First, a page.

Lacking on-demand service and a lineup of high-definition channels, Pitcairn Community Cable is struggling to keep up with its deep-pocketed cable and satellite TV competitors.
The number of subscribers has fallen to less than 600, and borough officials hope to sell what may be Pennsylvania's last municipally owned cable TV service to a larger provider.
A meeting was held last week with Comcast Corp. to discuss a potential buy out, but as of this week no deals had been made, said Councilman Kevin Dick, who leads the cable committee. The company, which is managed out of the borough building, hasn't been very profitable, he said, and the cost of programming is escalating.
“Since I've been involved, I haven't seen it make much money at all,” Dick said. “There has been a steady decline in profit. The company is in the red” as it works to pay off a loan for cable upgrades.
Comcast Spokesman Bob Grove declined to comment Tuesday on whether the company was negotiating with the borough.
Established in the 1950s, Pitcairn Community Cable flourished for decades as the only source of cable TV in the borough.
“Because of Pitcairn's location in the valley, it's hard to get a TV signal,” Council President John Prucnal said. “The citizens couldn't receive a signal and only got three channels.”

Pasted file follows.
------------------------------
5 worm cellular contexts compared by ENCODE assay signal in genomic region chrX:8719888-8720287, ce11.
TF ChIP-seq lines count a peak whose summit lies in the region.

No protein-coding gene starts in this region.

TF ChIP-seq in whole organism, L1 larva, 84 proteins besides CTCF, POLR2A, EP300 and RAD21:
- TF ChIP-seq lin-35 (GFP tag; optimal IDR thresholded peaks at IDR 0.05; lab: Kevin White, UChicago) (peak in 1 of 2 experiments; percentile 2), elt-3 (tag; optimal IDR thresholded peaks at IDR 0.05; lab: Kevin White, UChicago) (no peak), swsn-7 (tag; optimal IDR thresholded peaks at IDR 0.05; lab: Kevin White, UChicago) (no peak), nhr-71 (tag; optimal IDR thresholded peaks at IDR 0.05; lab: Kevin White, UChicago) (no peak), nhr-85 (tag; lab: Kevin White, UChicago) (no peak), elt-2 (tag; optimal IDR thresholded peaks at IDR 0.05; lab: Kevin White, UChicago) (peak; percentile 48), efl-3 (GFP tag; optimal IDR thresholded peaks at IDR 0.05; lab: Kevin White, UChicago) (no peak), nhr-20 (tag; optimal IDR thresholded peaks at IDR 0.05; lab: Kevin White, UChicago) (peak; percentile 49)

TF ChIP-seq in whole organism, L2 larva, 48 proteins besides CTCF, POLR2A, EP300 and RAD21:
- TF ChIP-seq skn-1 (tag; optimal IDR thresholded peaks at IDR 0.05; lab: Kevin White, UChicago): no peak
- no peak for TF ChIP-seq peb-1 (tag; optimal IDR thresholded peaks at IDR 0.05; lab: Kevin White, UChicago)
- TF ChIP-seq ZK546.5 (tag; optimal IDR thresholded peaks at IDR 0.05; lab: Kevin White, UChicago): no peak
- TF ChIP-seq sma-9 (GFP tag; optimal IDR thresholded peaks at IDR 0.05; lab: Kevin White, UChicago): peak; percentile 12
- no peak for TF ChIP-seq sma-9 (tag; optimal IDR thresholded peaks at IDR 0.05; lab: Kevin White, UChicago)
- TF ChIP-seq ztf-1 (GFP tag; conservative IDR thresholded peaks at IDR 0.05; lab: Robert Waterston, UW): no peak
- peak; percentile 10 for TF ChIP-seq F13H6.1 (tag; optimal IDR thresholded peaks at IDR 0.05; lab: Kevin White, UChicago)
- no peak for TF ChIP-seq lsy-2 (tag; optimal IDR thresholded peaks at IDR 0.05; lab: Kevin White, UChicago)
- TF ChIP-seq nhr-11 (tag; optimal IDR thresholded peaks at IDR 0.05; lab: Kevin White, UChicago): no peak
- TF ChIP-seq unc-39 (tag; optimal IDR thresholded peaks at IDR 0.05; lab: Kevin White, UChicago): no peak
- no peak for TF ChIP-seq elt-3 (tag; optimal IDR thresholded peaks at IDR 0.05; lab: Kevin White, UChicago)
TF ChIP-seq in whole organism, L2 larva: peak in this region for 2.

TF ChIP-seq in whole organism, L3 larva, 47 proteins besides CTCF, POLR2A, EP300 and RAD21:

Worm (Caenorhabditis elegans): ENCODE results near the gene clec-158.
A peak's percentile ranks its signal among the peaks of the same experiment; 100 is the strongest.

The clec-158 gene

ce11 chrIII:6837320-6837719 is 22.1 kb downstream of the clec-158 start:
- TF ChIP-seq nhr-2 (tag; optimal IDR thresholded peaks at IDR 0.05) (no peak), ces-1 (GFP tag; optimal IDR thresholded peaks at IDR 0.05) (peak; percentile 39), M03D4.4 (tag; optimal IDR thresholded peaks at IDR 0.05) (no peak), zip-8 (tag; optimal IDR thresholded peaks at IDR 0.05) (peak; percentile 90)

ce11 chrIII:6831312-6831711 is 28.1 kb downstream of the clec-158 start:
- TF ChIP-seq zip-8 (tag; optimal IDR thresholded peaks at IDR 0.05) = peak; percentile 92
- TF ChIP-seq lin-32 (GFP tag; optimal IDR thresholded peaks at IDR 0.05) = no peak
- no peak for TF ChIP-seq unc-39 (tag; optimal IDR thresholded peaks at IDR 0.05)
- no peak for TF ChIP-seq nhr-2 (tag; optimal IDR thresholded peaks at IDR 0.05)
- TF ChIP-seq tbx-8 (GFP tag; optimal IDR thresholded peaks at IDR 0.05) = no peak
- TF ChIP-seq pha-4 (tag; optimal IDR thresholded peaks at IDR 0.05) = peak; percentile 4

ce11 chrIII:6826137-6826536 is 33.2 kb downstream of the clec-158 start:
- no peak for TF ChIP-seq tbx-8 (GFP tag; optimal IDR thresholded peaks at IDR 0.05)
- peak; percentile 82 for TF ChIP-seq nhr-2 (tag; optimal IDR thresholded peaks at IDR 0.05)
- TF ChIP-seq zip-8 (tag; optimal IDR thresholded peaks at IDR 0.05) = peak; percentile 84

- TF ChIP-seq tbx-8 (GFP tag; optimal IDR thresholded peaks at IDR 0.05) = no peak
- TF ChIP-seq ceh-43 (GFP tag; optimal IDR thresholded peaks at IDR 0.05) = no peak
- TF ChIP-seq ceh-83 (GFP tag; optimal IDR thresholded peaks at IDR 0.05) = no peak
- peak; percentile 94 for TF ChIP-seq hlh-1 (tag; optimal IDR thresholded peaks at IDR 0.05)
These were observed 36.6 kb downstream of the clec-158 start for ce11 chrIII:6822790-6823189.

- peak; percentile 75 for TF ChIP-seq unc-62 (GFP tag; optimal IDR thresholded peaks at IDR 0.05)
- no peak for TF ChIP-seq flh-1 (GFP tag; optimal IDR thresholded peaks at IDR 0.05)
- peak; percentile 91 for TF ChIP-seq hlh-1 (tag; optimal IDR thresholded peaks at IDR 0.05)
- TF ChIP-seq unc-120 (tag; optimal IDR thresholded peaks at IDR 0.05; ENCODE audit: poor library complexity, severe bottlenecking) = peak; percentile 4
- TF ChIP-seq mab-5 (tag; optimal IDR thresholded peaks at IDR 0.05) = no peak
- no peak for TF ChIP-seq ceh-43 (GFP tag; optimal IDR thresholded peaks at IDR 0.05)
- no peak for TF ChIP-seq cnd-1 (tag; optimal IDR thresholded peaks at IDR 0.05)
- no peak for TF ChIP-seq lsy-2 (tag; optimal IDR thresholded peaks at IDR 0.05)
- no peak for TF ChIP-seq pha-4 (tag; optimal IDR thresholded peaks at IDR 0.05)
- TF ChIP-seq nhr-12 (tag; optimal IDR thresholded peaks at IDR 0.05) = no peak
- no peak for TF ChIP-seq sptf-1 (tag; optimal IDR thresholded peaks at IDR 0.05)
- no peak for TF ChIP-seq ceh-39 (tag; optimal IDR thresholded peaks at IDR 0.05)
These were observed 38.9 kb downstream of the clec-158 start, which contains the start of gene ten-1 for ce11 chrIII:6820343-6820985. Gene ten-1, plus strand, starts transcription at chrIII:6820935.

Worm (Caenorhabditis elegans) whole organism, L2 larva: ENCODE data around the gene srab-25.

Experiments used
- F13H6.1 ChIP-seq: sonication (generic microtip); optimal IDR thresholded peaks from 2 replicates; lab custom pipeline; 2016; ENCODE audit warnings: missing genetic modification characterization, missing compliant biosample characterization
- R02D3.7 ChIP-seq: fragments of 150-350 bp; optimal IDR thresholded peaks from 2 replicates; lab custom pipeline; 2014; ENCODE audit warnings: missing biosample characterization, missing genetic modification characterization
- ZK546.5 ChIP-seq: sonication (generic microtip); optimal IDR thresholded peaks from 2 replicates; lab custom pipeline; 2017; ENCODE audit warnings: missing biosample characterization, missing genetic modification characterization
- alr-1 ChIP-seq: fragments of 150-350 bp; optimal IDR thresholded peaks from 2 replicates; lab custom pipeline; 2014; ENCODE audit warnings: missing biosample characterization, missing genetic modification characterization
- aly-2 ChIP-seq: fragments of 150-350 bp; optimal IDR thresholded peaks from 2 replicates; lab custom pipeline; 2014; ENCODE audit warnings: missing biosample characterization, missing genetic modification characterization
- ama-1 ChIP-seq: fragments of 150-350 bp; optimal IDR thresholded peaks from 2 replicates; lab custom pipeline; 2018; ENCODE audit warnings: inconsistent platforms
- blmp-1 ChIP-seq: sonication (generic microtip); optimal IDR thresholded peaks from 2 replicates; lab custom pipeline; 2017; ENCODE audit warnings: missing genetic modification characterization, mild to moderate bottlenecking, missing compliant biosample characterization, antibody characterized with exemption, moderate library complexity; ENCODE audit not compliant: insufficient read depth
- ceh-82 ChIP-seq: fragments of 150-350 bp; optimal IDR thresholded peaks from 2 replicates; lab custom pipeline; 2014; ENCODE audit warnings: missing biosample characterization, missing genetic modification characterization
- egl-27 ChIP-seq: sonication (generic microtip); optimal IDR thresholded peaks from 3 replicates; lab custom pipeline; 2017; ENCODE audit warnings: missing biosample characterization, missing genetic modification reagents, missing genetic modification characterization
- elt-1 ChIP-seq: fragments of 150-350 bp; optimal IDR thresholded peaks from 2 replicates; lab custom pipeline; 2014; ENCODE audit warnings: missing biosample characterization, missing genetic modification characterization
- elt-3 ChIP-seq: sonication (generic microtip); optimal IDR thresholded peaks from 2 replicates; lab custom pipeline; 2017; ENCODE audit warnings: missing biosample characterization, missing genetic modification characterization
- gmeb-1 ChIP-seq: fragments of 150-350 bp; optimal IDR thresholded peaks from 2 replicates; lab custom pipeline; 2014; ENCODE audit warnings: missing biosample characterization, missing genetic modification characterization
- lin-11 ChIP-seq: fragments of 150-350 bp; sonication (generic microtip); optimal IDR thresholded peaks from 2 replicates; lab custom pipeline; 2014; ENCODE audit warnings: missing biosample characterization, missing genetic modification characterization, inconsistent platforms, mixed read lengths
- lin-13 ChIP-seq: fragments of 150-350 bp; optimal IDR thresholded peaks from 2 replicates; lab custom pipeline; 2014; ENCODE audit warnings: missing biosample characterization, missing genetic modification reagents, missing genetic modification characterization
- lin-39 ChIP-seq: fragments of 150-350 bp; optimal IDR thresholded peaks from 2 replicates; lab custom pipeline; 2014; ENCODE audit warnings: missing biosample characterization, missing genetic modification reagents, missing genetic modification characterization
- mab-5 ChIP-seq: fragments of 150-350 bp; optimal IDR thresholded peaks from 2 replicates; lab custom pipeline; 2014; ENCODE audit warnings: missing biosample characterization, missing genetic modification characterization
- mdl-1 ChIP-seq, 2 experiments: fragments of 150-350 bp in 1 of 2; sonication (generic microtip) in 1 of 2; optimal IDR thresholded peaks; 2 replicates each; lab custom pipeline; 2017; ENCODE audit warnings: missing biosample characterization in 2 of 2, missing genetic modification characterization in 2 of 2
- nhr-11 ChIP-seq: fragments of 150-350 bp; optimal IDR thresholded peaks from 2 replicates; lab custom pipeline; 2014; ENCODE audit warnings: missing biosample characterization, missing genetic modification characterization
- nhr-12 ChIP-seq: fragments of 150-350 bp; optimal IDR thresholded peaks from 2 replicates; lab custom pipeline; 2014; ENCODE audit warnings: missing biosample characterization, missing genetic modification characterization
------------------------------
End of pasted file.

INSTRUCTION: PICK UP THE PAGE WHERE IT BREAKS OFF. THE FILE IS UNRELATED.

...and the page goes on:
The cable service began with some makeshift equipment on top of a hill, on land the borough solicitor owned.
“They put telephone poles in the ground and put old house antennas down, and ran wires down from there into Pitcairn,” Councilman Orelio “Rollo” Vecchio said.
At one point, no competitors were allowed in town, Prucnal said. “Then, the satellites came out. We lost a few customers to them, and then Verizon got their foot in the door, and we lost a big majority of customers.”
Verizon Communications Inc. has offered its FiOS fiber-optic service in Pitcairn for about three and a half years, company spokesman Lee Gierczynski said. Pitcairn officials approved a franchise on Dec. 23, 2008.
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